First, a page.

RFR: 8232588: G1 concurrent System.gc can return early or late

Kim Barrett kim.barrett at oracle.com
Tue Nov 12 23:15:58 UTC 2019

> On Nov 12, 2019, at 5:03 PM, Stefan Johansson <stefan.johansson at oracle.com> wrote:
>> 12 nov. 2019 kl. 19:23 skrev Kim Barrett <kim.barrett at oracle.com>:
>> I thought about adding a utility for this kind of thing, since this isn’t the only occurrence.
>> But I ran into problems for which I don’t currently have a solution (fixed by C++14).
> Would a generic utility be implemented differently? To me this only works because we know that the values never differ much (1 or 2 I think), but I might be missing something.

One of the constraints on using such a utility is that one “knows” the difference “never" gets “too large”.
Another place doing this sort of thing is GlobalCounter.  I think I’ve seen others, but couldn’t find any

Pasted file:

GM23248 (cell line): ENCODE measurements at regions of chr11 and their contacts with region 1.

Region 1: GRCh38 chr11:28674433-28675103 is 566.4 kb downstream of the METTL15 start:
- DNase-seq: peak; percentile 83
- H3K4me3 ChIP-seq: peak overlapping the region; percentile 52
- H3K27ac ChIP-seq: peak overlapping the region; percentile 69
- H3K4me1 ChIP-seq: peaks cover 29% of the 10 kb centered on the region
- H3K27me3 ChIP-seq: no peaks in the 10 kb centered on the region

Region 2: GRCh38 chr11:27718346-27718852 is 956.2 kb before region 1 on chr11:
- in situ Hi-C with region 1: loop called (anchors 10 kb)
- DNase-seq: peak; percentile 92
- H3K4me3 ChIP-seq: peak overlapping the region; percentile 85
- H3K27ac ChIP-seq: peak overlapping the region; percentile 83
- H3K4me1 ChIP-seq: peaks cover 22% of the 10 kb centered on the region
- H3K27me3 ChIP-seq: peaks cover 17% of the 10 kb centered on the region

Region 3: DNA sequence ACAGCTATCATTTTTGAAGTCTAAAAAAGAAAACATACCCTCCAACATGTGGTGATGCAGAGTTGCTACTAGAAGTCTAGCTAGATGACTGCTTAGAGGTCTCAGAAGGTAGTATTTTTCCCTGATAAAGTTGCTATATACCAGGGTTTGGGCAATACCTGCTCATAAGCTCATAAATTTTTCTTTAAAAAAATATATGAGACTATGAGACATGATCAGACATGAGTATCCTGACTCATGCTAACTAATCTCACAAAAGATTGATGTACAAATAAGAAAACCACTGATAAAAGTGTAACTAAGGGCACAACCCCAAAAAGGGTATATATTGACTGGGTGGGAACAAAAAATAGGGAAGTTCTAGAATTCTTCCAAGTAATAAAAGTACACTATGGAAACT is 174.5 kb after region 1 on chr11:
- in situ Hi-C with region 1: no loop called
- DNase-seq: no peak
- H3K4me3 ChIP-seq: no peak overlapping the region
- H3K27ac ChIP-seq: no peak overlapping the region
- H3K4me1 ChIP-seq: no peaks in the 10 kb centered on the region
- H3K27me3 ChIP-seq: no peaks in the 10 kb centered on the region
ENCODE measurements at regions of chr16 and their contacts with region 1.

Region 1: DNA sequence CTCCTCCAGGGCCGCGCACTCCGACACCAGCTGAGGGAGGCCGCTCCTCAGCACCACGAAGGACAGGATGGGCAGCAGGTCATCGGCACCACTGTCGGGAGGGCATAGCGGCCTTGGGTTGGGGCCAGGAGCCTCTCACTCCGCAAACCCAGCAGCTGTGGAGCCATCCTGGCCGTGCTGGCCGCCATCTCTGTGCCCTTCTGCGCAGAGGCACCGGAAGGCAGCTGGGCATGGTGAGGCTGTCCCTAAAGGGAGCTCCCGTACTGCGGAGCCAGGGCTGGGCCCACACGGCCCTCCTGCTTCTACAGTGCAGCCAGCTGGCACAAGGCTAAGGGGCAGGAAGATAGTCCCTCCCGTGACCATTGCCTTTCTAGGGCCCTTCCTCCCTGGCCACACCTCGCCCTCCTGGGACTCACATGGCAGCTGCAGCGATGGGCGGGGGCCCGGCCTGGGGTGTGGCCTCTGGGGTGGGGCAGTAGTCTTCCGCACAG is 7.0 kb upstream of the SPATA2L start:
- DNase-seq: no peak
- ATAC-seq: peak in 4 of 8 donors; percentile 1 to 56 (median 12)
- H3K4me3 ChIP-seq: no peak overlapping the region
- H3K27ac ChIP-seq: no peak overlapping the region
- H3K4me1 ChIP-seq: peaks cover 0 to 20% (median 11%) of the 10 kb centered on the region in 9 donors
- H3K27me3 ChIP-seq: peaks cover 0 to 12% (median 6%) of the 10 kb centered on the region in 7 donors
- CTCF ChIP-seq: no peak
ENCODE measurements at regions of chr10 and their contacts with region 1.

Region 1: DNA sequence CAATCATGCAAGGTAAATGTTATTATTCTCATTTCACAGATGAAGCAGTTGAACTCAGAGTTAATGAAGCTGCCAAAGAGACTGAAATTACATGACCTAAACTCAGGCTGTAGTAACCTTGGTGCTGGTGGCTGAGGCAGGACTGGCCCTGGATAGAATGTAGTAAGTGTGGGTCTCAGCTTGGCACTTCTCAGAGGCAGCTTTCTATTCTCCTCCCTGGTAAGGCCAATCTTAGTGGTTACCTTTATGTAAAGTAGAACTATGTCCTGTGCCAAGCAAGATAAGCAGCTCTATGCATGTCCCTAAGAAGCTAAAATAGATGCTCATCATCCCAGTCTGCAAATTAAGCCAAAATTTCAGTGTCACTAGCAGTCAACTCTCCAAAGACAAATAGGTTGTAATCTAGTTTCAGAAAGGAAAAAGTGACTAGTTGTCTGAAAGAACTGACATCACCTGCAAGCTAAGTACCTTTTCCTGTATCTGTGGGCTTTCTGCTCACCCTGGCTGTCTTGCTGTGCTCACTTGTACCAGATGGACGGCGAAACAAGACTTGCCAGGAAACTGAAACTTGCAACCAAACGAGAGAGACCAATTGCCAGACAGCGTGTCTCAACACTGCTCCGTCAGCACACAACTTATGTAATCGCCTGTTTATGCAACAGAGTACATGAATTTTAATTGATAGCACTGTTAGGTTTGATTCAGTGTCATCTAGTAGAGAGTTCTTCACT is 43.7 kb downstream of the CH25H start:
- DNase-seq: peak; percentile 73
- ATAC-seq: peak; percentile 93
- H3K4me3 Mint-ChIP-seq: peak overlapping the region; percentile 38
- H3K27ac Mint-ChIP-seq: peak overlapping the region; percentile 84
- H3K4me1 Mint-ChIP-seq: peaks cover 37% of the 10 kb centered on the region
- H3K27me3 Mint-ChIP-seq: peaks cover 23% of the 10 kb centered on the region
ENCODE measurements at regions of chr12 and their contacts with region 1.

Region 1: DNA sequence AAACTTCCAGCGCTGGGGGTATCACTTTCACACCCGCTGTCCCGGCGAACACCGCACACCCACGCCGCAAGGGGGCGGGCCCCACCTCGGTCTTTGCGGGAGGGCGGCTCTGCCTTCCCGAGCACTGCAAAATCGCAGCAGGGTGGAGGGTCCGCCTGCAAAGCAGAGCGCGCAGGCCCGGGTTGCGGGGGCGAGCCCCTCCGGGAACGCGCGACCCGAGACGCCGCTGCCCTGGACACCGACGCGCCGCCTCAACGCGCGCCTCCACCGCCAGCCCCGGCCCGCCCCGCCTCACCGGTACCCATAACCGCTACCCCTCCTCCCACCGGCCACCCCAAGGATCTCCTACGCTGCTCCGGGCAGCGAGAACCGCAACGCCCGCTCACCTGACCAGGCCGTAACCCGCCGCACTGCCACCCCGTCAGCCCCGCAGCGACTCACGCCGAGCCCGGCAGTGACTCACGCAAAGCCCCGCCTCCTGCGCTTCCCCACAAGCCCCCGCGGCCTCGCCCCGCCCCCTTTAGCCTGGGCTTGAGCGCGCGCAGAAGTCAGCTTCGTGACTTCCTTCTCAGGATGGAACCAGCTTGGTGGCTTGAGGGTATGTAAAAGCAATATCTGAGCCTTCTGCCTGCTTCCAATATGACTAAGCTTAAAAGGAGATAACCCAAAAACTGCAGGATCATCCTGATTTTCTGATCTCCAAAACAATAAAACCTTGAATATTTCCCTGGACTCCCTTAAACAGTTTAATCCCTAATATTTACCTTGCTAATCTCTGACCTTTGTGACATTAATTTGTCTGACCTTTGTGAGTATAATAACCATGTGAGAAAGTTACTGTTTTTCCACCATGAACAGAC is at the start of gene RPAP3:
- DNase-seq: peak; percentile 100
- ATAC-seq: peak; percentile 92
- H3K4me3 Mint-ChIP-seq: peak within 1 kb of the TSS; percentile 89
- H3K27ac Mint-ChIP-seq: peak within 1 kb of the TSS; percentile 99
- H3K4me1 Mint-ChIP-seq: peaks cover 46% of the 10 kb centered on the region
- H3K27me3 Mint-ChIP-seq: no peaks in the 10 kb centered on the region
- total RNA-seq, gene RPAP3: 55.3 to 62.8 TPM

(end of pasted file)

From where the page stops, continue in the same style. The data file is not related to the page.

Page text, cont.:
just now.

A generic utility should be templated over the integer type, and would use std::numeric_limits<T>::max().
But that doesn’t currently work on Solaris, where that expression produces a reference to a library
that we don’t link to.  C++14 (or maybe C++11) made that expression constexpr, so *must* be known
at compile-time.

> Another approach would be to reset those values in a well defined manner to ensure they never wrap. From what I can see we only use them to ensure this state machine is doing what we expect, or is it possible that we can end up in a situation where we never could reset the values? 

It’s true that the current values of those counters never differ by more than 1 or 2.  But the values
captured by some thread that gets stalled might differ by more.  And I don’t see a good reset
place because of the values captured by various threads.

>> New webrevs:
>> full: https://cr.openjdk.java.net/~kbarrett/8232588/open.02/
>> incr: https://cr.openjdk.java.net/~kbarrett/8232588/open.02.inc/
> Looks good,
> Stefan


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